231. Cited; when two parallel scheduled injuries occur and presumption of permanent total disability rebutted award is calculated under K.S.A. 44-510d. Hall v. Dillon Companies, Inc., 286 Kan. 778, 780, 189 P.3d 508 (2008).

232. Recreational and social events exception construed; dance contest on employer's premises found not to fall within exception. Hizey v. MCI, 39 Kan. App. 2d 609, 616, 181 P.3d 583 (2008).

233. Cited in workers compensation opinion discussing the "going and coming rule" and exceptions thereto. Halford v. Nowak Construction Co., 39 Kan. App. 2d 935 to 938, 942, 186 P.3d 206 (2008).

234. Terms "out of" and "in the course of" employment construed; premise exception applied. McCready v. Payless Shoesource, 41 Kan. App. 2d 79, 200 P.3d 479 (2009).

235. Repetitive use injury, law allows worker to designate date of accident as date employer notified. Saylor v. Westar Energy, Inc., 41 Kan. App. 2d 1042, 207 P.3d 275 (2009).

236. Court discusses and applies principles regarding independent contractor versus employee status involving cab drivers. Hill v. Kansas Dept. of Labor, 42 Kan. App. 2d 215, 210 P.3d 647 (2009).

237. K.S.A. 44-508(f) construed and applied involving recreational or social events; claimant felt pressured to attend. Douglas v. Ad Astra Information Systems, 42 Kan. App. 2d 441, 213 P.3d 764 (2009).

238. The date of injury in a repetitive, microtrauma situation like carpal tunnel syndrome, is the last day worked. Mitchell v. Petsmart Inc., 291 Kan. 153, 239 P.3d 51 (2010).

239. Date of employee's notification to employer of jury is the date of accident, regardless of the date of last day of work. Saylor v. Westar Energy, Inc., 292 Kan. 610, 256 P.3d 828 (2011).

240. The inherent travel exception to the going-and-coming rule is not an exception to the statutory rule. Craig v. Val Energy, Inc., 47 Kan. App. 2d 164, 274 P.3d 650 (2012).

241. The going and coming rule does not apply when the travel is an intrinsic part of the worker's job. Scott v. Hughes, 294 Kan. 403, 275 P.3d 890 (2012).

242. Case remanded to the board to make determination based on recreational or social events criteria. Douglas v. Ad Astra Information Systems, 296 Kan. 552, 293 P.3d 723 (2013).

243. Workers compensation claimant's injuries sustained while riding home as a passenger who was not paid mileage to drive crew members to and from drill sites were not compensable under going-and-coming rule. Williams v. Petromark Drilling, 49 Kan. App. 2d 24, 303 P.3d 719 (2013).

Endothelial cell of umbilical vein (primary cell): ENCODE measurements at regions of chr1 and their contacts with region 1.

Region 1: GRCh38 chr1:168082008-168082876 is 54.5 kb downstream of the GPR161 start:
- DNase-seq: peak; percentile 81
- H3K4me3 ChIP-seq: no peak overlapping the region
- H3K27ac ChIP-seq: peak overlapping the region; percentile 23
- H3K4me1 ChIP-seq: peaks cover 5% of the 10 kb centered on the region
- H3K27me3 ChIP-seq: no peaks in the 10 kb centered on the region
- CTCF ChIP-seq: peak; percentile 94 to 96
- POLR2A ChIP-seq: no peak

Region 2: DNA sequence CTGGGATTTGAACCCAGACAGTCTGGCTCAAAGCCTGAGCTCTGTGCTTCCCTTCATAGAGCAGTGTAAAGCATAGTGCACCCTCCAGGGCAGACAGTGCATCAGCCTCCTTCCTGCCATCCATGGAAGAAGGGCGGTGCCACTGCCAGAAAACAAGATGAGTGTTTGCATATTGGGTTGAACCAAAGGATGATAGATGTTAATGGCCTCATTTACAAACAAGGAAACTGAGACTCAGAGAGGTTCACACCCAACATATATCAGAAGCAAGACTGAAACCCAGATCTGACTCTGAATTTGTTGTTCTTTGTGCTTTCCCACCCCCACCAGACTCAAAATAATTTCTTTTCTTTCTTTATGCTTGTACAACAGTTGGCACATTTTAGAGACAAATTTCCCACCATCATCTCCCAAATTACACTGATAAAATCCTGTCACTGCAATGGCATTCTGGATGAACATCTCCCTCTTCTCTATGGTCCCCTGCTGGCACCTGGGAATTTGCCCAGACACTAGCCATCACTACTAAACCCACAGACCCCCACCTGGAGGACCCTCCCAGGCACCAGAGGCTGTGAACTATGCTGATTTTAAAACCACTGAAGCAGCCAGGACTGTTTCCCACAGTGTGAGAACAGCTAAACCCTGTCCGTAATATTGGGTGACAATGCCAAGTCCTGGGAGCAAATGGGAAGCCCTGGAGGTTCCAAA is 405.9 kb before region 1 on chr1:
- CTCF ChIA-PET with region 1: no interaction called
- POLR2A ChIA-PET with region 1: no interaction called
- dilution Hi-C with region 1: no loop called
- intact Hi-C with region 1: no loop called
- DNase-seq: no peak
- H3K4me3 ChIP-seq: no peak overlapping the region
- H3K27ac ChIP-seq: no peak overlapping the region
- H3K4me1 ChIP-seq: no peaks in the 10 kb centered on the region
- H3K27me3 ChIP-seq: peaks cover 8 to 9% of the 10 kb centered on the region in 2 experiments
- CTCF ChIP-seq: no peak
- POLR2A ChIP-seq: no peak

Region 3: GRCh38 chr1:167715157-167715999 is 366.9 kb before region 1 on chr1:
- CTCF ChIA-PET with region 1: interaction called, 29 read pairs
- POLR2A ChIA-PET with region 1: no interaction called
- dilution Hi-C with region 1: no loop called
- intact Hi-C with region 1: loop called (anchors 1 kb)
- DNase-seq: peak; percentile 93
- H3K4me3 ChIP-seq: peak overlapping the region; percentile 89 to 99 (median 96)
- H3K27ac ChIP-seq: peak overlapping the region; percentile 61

244. Under the facts of the case, a claimant's preexisting osteoporosis that was aggravated by a broken wrist was compensable under a finding that claimant was permanently and totally disabled. Le v. Armour Eckrich Meats, 52 Kan. App. 2d 189, 200 (2014).

245. Analysis interpreting pre-2011 version of Kansas workers compensation act is equally applicable to determine whether worker's injury arose out of and in the normal course of employment or was the result of the normal activities of day-to-day living. Moore v. Venture Corp., 51 Kan. App. 2d 132, 138-39, 343 P.3d 114 (2015).

246. Ideopathic, within the context of workers compensation law, is defined as personal or innate to the claimant and neutral risks are generally defined as risks with no particular employment or personal characteristic; statute has eliminated universal compensation for neutral risks. Graber v. Dillon Companies, 52 Kan. App. 2d 786, 795, 377 P.3d 1183 (2016).

247. The secondary-injury rule was not affected by 2011 amendments to the workers compensation act and the rule is compatible with the prevailing-factor analysis, meaning all injuries, including secondary injuries, must be caused primarily by the work accident. Buchanan v. JM Staffing, 52 Kan. App. 2d 943, 950-51, 379 P.3d 428 (2016).

248. Employee's use of false name on employment application and contract did not render employment relationship void to preclude worker's compensation claim. Mera-Hernandez v. U.S.D. 233, 305 Kan. 1182, 1187-88, 390 P.3d 875 (2017).

249. Claimant who was not legally authorized to work in the United States and who had used false name and documents to apply for job was not barred by the workers compensation act from receiving workers compensation benefits. Mera-Hernandez v. U.S.D. 233, 305 Kan. 1182, 390 P.3d 875 (2017).

250. Subsection (f)(3)(A)(iv) renders an injury noncompensable only upon proof that the injury or accident arose directly or indirectly from an idiopathic cause. Estate of Graber v. Dillon Cos., 309 Kan. 509, 524, 439 P.3d 291 (2019).

251. The claimant was entitled to workers compensation benefits for unexplained falls because they had an employment character; the burden is on the employer to prove the existence of a neutral risk with no particular employment character. Johnson v. Stormont Vail Healthcare Inc., 57 Kan. App. 2d 44, 52, 445 P.3d 1183 (2019).

252. The 2011 amendments to subsection (f)(2) did not unconstitutionally restrict claimant's right to a remedy. Perez v. National Beef Packing Co., 60 Kan. App. 2d 489, 505, 494 P.3d 268 (2021).


 | Next

CURRENT SESSION
  A Summary of Special Sessions in Kansas
  Bill Brief for Senate Bill No. 1
  Bill Brief for House Bill No. 2001

LEGISLATIVE COORDINATING COUNCIL
  7/09/2024 Meeting Notice Agenda
  6/03/2024 Meeting Notice Agenda
  LCC Policies

REVISOR OF STATUTES
  Chapter 72 Statute Transfer List
  Kansas School Equity & Enhancement Act
  Gannon v. State
  Information for Special Session 2021
  General Info., Legal Analysis & Research
  2023 Amended & Repealed Statutes
  2022 Amended & Repealed Statutes
  2021 Amended & Repealed Statutes
  2020 Amended & repealed Statutes
  2019 Amended & Repealed Statutes

USEFUL LINKS
Session Laws

OTHER LEGISLATIVE SITES
Kansas Legislature
Administrative Services
Division of Post Audit
Research Department